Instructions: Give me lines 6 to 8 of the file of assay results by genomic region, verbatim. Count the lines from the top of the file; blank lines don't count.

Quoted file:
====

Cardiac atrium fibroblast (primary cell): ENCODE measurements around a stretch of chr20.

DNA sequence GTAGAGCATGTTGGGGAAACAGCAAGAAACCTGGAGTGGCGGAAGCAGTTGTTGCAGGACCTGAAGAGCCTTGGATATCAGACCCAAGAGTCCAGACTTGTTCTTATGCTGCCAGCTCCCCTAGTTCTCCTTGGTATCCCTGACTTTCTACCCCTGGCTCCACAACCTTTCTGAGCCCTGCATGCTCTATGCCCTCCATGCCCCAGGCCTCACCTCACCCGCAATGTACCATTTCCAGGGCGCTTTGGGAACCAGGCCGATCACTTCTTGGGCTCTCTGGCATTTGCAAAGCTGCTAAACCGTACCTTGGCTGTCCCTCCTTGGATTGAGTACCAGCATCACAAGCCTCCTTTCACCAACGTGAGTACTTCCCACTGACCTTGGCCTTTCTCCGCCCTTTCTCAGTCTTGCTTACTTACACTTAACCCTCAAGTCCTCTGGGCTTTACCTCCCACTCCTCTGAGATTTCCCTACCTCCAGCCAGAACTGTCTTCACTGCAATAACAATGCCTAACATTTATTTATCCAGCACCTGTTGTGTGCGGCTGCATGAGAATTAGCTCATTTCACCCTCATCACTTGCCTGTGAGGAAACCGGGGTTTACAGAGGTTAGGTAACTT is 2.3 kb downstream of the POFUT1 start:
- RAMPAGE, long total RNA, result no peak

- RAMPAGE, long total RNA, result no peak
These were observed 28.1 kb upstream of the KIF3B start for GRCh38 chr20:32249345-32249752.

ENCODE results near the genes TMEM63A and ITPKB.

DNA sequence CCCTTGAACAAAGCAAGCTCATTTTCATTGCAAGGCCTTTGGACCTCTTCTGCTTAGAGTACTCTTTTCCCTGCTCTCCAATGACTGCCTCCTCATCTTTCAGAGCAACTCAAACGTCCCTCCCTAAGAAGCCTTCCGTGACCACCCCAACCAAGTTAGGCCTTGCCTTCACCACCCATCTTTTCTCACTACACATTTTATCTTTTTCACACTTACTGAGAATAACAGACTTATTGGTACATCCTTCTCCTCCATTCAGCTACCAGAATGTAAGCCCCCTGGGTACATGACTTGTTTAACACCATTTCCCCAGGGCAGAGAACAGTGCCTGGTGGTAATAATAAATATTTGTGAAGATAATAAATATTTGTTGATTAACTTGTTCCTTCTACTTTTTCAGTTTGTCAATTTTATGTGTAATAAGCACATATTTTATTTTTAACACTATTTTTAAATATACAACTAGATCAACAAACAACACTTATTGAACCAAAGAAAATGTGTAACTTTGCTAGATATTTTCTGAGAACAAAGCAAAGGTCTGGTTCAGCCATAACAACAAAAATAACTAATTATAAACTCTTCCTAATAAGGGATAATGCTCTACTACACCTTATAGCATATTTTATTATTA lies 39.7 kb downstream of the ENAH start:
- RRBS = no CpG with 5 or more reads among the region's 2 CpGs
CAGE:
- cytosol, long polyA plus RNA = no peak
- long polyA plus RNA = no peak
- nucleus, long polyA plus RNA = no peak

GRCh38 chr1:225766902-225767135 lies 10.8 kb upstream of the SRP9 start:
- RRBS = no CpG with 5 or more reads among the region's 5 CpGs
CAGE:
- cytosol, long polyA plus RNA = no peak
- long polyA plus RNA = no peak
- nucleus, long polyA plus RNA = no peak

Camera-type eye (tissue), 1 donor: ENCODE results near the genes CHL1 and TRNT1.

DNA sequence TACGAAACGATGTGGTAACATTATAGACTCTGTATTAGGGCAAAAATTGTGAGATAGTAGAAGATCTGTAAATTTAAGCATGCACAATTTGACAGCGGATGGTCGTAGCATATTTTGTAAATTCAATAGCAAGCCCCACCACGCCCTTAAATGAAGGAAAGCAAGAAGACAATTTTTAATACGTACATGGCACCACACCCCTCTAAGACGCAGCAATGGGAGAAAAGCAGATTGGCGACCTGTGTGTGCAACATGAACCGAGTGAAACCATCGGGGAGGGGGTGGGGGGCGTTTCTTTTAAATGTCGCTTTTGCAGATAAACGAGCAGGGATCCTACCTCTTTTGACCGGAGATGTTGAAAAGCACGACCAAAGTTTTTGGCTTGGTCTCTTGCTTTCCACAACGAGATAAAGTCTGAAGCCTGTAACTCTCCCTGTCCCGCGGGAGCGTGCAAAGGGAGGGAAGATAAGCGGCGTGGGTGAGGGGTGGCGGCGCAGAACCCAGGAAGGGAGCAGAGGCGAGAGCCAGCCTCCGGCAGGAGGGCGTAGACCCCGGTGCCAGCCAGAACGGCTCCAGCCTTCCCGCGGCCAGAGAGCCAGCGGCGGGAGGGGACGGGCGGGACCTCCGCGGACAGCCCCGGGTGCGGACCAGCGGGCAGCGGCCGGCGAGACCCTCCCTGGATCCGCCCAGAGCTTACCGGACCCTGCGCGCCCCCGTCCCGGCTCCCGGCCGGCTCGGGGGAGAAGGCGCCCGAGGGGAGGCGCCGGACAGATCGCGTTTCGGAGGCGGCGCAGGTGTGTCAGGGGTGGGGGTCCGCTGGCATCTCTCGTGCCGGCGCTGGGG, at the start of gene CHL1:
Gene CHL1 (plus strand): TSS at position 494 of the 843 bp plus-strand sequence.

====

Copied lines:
ENCODE results near the genes TMEM63A and ITPKB.

DNA sequence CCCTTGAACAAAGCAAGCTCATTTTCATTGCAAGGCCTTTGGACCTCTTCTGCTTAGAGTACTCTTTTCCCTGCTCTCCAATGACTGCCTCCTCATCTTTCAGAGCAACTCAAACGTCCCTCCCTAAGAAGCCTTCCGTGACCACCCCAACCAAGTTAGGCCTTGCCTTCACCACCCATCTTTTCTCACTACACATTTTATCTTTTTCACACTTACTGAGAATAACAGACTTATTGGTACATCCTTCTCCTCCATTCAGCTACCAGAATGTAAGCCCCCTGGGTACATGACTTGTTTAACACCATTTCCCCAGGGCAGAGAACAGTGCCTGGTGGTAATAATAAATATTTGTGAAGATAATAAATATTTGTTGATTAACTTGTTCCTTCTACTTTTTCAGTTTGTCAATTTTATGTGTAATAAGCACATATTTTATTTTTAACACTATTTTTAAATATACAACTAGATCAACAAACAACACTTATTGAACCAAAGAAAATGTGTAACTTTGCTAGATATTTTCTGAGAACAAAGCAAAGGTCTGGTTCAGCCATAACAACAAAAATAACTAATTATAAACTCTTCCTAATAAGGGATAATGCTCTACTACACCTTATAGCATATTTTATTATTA lies 39.7 kb downstream of the ENAH start:
- RRBS = no CpG with 5 or more reads among the region's 2 CpGs